“Free Kodak Black, he ain’t do nothin wrong!”
The lockers blatter together like church bells, clattering under the fists of students running amuck in the halls. Snickers erupt from outside the room, snake under the closed door, and fill the room like smoke. The footsteps grow louder, flowing towards the room, and a young girl walks in, asking for tutoring in math—and the noise ebbs away behind her.
The pamphleteers outside of the Science Center are getting aggressive. They shove a colorful flyer in my face, promoting a talk being given by professors on the intersectionality of science and spirituality. “Do you believe in miracles?”
I falter. Yes? Maybe? Memories blur behind my eyes like a black and white movie reel, spinning spinning spinning. It lands on my acceptance letter. Knee-jerk reactions land in the throat and the wound begins to hemorrhage, a lump develops. Swallowing assuages this fear, caresses the thing that refuses to be anything more than dark and hard and lumpy and invulnerable into confession.
The signs in the yard intend to be endearing: "Whoever you are, you are Harvard." Yet, despite (and in spite) of the College’s efforts, I’m hesitant to hang my hat on this hollow truth.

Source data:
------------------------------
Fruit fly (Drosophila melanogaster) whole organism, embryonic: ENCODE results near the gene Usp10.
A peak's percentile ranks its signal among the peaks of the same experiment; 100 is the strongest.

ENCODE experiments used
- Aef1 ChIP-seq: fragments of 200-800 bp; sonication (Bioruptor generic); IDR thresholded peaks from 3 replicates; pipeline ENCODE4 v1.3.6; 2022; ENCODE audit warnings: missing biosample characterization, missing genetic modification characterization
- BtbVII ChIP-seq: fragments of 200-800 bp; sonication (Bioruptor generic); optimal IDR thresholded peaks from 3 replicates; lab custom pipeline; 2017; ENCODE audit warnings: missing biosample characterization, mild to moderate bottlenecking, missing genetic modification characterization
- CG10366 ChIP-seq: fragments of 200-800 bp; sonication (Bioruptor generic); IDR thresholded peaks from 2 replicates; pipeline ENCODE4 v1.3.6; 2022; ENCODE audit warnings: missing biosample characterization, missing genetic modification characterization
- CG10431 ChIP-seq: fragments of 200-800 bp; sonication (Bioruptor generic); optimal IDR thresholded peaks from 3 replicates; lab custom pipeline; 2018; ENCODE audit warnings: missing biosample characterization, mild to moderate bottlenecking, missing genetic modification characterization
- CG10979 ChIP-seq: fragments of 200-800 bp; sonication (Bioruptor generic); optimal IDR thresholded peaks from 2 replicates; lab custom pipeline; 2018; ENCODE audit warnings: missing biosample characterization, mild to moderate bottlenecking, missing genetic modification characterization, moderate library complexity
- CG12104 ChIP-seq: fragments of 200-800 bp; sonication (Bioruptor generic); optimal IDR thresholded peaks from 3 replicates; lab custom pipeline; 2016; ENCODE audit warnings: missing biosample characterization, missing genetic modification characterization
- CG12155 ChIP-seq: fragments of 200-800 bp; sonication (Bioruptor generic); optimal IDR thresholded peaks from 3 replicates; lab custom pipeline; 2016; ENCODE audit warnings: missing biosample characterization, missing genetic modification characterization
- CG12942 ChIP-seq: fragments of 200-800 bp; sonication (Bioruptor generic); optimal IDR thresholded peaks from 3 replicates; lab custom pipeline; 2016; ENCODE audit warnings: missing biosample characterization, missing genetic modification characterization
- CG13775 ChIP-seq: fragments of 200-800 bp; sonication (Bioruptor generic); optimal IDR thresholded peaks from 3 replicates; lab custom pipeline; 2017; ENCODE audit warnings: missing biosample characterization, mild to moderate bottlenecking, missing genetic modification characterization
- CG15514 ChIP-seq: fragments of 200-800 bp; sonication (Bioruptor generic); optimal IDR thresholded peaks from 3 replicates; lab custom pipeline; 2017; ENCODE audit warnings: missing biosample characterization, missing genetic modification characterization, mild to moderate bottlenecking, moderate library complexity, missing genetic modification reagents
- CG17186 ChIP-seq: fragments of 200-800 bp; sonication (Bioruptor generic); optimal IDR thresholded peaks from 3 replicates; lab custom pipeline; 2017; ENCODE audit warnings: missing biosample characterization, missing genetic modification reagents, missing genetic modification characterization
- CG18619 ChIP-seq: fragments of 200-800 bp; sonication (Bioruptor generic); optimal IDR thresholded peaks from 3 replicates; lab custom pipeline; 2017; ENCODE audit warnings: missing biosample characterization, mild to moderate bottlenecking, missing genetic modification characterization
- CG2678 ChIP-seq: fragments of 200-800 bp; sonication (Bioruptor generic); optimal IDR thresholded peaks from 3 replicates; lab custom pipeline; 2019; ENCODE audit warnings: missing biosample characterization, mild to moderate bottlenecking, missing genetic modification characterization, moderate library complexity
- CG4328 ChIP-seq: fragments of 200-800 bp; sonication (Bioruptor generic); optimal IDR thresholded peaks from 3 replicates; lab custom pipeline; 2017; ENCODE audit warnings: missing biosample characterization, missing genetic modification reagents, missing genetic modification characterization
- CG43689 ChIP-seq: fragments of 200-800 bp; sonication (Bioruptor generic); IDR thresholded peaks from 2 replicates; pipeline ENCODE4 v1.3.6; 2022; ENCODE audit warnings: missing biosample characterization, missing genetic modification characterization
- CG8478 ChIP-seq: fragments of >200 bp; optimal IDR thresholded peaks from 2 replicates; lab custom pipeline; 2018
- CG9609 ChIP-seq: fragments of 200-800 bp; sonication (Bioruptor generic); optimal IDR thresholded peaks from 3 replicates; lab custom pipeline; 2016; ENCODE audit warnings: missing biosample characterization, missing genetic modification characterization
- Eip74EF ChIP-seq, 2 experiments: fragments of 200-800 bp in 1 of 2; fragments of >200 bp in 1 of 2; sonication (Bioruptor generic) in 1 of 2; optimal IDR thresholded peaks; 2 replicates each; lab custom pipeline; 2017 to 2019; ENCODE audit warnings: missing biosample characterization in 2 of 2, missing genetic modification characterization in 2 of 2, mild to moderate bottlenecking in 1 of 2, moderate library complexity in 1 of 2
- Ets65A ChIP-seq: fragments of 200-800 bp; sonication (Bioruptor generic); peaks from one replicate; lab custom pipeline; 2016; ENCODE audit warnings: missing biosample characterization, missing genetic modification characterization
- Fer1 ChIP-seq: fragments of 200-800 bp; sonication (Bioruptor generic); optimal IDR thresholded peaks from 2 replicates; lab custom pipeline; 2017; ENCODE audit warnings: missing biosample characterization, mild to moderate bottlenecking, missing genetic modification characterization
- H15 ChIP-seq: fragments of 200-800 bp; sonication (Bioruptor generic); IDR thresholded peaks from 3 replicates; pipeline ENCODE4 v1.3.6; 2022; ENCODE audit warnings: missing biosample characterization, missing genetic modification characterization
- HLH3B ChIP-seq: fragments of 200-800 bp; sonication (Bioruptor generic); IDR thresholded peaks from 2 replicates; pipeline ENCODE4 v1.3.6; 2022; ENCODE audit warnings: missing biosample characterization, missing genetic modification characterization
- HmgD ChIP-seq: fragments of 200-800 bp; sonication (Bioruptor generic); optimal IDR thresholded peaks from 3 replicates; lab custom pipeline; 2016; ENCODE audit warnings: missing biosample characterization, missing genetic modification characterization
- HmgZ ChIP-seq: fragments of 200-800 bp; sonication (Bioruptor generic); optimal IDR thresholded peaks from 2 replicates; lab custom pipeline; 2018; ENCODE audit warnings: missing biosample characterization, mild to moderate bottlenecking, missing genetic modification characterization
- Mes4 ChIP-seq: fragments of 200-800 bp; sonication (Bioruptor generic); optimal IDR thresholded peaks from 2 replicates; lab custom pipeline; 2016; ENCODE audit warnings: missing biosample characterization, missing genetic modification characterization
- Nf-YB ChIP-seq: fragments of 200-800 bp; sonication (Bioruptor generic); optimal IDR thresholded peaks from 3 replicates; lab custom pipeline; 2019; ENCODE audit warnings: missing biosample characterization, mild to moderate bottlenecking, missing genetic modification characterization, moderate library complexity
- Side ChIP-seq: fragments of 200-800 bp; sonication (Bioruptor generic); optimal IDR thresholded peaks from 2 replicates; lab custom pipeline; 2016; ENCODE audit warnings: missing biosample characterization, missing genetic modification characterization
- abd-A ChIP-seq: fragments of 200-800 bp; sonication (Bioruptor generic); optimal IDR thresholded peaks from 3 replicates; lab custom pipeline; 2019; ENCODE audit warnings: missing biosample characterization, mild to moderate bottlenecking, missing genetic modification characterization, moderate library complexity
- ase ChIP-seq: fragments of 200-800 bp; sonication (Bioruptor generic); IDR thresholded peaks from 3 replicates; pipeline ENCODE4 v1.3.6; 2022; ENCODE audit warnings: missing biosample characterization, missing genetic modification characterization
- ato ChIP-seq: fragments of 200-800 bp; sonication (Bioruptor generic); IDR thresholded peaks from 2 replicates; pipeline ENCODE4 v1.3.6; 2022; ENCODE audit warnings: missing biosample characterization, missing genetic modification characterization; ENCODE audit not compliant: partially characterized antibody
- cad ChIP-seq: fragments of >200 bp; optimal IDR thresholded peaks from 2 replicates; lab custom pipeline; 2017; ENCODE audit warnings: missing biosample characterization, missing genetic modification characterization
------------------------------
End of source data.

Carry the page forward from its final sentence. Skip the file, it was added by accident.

Nine out of ten times, a two hour class is a mini-fugue. The clock ticks in memorandum for the time you could have spent anywhere and everywhere else. You could’ve had the pulse of the world under your thumb, but those two hours (of which you cannot remember learning a thing) robbed you of these opportunities. When the class ends, that fiery fervor you had for life two hours ago has now whimpered into barely-glowing coals raked over your shoulders, under your tongue, below your feet. You feel your will steep, the passion seeping out from all over. The only mercy you crave is for the sweet embrace of a nap to wrap its hands around your shoulders and lull you into comfortable quasi-amnesia. But that’s your bit of sacrifice for a good grade, two hours. Seems relatively harmless, doesn’t it?
Yet, a two hour class I had a few weeks ago was not like the others.The professor usually starts class with an anecdote and leads into the topic; ironically, I don’t remember what the intended lesson was. What I do remember, however, is the lesson I took home:
“All people here do is brag about how little sleep they get.”
This stopped me in my tracks. Usually, my mornings at Annenberg consist of controlling my quaking hands so my coffee doesn’t spill and making up fake lives for other breakfast-goers. The person two tables ahead preps for a marathon this weekend, picks at their egg whites and grilled chicken. The kid with the headphones and a laptop is furiously scribbling the answers to a p-set due in 10 minutes. I was beginning to marionette an alternate reality for the girl sitting diagonal to me, but her conversation piqued my interest.